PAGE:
The past year has — at least in part — been a story of how people and businesses have reinvented themselves to make the most of a terrible situation. The cancellation of live events and face-to-face interaction has changed the landscape of not only the economy, but our personal lives as well. And amidst all this chaos, it’s reassuring to see awesome people come up with creative solutions to weather this storm and have a vision towards life on the other side.

I got to see one such example, a tight-knit neighborhood of resourceful and passionate people, confront the cancellation of their most cherished event and a huge financial burden. And they’ve done this with an incredible spirit, one that’s been at the heart of their community for over 100 years.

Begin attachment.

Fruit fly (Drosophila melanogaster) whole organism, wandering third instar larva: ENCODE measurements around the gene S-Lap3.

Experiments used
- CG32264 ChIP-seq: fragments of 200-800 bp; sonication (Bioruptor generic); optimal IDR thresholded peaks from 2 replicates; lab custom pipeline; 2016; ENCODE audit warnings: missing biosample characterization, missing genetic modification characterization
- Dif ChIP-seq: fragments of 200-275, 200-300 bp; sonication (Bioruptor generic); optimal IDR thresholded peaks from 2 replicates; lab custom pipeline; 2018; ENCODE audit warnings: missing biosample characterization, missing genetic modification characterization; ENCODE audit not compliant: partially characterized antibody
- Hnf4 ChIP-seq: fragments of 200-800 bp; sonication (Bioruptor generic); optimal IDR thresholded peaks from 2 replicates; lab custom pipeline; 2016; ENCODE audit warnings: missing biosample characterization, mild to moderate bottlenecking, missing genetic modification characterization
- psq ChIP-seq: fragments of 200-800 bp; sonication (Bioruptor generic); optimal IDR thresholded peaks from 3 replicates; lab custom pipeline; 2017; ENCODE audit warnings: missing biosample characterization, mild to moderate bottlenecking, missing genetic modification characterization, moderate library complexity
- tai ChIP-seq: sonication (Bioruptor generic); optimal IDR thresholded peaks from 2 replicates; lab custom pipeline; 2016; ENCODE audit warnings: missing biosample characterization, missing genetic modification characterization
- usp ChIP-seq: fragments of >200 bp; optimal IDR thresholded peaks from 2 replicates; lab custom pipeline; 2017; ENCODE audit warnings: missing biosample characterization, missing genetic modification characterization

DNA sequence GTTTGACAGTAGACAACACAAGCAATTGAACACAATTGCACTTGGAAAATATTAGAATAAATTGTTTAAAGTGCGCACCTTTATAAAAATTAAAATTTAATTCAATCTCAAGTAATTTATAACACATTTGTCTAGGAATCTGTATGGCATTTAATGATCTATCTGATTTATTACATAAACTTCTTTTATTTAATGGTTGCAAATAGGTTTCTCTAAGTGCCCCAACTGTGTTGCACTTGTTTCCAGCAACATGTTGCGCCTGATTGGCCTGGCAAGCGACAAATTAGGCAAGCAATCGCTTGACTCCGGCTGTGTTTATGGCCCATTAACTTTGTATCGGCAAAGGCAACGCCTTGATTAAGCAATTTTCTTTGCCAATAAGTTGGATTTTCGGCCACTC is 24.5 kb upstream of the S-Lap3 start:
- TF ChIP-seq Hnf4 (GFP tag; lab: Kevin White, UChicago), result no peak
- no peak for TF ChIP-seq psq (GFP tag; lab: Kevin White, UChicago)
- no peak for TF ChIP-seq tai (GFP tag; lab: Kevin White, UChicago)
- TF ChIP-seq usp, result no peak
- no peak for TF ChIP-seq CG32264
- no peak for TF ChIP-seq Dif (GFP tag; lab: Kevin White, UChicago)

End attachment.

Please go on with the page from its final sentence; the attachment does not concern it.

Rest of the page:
Chomp & Stomp is a unique annual event made of an eclectic mix of 5k, chili cook-off, art, and bluegrass held on the eastside of Atlanta. And while on its face it’s a fun outing with friends, food, and beer, I found that it’s actually a celebration of the rare character of the Cabbagetown neighborhood that’s home to it, and the long history that forged their devoted community.

Photo of Cabbagetown wall art.

Romp, Chomp, and Stomp

The annual Chomp & Stomp event begins with an early morning workout — a 5k race that winds around the Cabbagetown neighborhood to get you ready for a full day of chili tasting and music. A huge mixture of restaurants and amateurs come out to Cabbagetown Park to present over 100 different chilis to all the hungry attendees — an enormous group that grew to over 30,000 in 2019. The event is rounded out with a lively artist market made up of 70 local artisans and performances by as many as 20 bands across 3 stages.